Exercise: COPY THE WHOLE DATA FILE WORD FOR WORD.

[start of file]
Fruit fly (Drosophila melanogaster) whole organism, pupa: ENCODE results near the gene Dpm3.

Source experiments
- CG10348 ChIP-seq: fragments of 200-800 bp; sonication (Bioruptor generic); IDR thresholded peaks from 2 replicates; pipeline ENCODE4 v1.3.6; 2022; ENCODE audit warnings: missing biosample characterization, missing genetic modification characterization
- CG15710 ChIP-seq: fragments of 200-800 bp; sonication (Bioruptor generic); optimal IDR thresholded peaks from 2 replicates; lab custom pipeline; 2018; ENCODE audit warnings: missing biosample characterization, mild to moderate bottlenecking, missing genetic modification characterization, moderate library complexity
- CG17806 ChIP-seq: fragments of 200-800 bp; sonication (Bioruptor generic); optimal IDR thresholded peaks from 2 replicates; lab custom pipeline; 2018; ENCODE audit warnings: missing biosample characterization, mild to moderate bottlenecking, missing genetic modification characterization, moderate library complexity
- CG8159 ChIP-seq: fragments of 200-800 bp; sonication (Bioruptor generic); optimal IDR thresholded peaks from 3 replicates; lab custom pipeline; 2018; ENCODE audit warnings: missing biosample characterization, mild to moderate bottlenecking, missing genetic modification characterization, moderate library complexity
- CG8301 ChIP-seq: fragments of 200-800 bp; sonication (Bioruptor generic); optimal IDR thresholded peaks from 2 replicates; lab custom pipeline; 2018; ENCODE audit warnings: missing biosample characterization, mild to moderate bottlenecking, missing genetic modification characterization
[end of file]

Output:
Fruit fly (Drosophila melanogaster) whole organism, pupa: ENCODE results near the gene Dpm3.

Source experiments
- CG10348 ChIP-seq: fragments of 200-800 bp; sonication (Bioruptor generic); IDR thresholded peaks from 2 replicates; pipeline ENCODE4 v1.3.6; 2022; ENCODE audit warnings: missing biosample characterization, missing genetic modification characterization
- CG15710 ChIP-seq: fragments of 200-800 bp; sonication (Bioruptor generic); optimal IDR thresholded peaks from 2 replicates; lab custom pipeline; 2018; ENCODE audit warnings: missing biosample characterization, mild to moderate bottlenecking, missing genetic modification characterization, moderate library complexity
- CG17806 ChIP-seq: fragments of 200-800 bp; sonication (Bioruptor generic); optimal IDR thresholded peaks from 2 replicates; lab custom pipeline; 2018; ENCODE audit warnings: missing biosample characterization, mild to moderate bottlenecking, missing genetic modification characterization, moderate library complexity
- CG8159 ChIP-seq: fragments of 200-800 bp; sonication (Bioruptor generic); optimal IDR thresholded peaks from 3 replicates; lab custom pipeline; 2018; ENCODE audit warnings: missing biosample characterization, mild to moderate bottlenecking, missing genetic modification characterization, moderate library complexity
- CG8301 ChIP-seq: fragments of 200-800 bp; sonication (Bioruptor generic); optimal IDR thresholded peaks from 2 replicates; lab custom pipeline; 2018; ENCODE audit warnings: missing biosample characterization, mild to moderate bottlenecking, missing genetic modification characterization